September 16, 2016 by John Nicholson
Waste that had been illegally shipped to the Philippines three years ago is heading back to Canada. Earlier this week, the Philippine Justice Department said it will file a motion for the execution of an earlier court ruling that waste originating in Canada be returned.
In 2013, 50 containers of waste which included biohazardous and household hazardous waste were shipped to the Philippines for disposal. Inspection of the containers by Philippine authorities discovered that the contents had been mislabeled and the shipment was illegal. The contents had been labeled “scrap plastic materials for recycling”.
An Ontario-based company, Chronic Inc., shipped the containers to Manila through its Valenzuela-based consignee Chronic Plastics. However, the containers remained unclaimed at the port in Manila. Chronic Inc. is a company that specializes in sending mixed plastics across the Pacific to be sorted in the Philippines and sold for recycling.
In a 2014 article in the Toronto Star, the President of Chronic Inc., Jim Makris stated, “Their story of this garbage thing is just driving me nuts. Anybody who’s in plastic, who knows plastic, will tell you. It’s the stupidest thing I’ve heard of in my entire life.” He said the contents, which he bought from a recycling firm in Vancouver, were “95 per cent plastic” but also contained some paper and aluminum that one would find in a standard household recycling bin.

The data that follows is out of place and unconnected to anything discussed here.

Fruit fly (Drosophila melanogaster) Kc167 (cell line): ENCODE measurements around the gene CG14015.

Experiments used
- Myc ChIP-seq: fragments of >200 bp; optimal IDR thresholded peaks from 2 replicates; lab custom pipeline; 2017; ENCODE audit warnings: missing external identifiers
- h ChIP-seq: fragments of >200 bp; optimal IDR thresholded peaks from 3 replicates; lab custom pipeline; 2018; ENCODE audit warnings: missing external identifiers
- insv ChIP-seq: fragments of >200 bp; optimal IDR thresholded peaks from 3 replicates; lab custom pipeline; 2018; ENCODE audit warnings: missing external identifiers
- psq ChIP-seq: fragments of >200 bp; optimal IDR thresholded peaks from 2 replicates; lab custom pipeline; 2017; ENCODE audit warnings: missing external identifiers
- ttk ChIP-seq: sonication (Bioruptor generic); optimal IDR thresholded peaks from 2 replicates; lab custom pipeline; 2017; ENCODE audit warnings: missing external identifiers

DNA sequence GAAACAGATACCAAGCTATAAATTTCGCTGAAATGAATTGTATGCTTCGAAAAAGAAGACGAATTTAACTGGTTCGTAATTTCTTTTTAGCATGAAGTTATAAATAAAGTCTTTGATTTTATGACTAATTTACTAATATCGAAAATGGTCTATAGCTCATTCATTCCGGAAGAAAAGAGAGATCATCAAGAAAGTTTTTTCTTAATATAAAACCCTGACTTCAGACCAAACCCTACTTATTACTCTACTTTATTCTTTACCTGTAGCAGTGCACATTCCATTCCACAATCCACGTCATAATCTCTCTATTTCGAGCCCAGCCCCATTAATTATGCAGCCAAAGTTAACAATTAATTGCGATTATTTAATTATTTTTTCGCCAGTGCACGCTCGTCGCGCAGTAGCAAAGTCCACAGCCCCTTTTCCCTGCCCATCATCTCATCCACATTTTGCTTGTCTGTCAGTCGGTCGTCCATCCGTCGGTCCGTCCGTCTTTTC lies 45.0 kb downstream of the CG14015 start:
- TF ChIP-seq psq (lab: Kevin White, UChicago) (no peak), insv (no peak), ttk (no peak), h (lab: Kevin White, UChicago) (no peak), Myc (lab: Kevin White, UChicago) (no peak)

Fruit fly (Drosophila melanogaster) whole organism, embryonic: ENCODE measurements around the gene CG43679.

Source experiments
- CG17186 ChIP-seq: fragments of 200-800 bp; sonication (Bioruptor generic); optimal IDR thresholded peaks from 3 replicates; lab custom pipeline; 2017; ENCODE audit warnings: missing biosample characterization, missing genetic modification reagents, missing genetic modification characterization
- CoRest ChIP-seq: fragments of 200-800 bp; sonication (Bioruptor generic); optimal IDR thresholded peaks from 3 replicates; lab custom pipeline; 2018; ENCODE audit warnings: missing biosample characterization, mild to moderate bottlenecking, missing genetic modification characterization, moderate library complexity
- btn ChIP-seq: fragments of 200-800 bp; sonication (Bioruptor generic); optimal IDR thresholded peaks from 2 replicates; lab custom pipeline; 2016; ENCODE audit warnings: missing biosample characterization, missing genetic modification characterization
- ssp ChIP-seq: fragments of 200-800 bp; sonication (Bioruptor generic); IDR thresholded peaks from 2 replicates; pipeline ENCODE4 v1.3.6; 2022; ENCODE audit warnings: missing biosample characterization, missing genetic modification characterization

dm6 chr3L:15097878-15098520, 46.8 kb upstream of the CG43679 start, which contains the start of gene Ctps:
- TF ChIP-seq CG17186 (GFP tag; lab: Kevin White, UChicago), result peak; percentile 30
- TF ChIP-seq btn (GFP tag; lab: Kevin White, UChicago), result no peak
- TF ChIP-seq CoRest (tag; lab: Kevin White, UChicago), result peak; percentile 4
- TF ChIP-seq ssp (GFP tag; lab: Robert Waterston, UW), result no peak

In the Toronto Start interview, Mr. Makris defended his company stating that it is uneconomic to ship waste overseas. He stated that “anyone with a brain” could see that it makes no sense to ship garbage overseas. It costs $40 per tonne to dump garbage in Canada, but $80 per tonne to ship his recycling material to the Philippines, he said.
Under the Basel Convention, to which Canada and the Philippines are signatories, it is illegal to ship hazardous waste internationally, except in special circumstances. The Canadian Embassy to the Philippines said in a statement in 2013 that the Basel Convention and Canadian domestic regulations allows Manila for the shipment to be returned “if they are found to be in contravention with the Convention or cannot be completed in an environmentally sound manner.”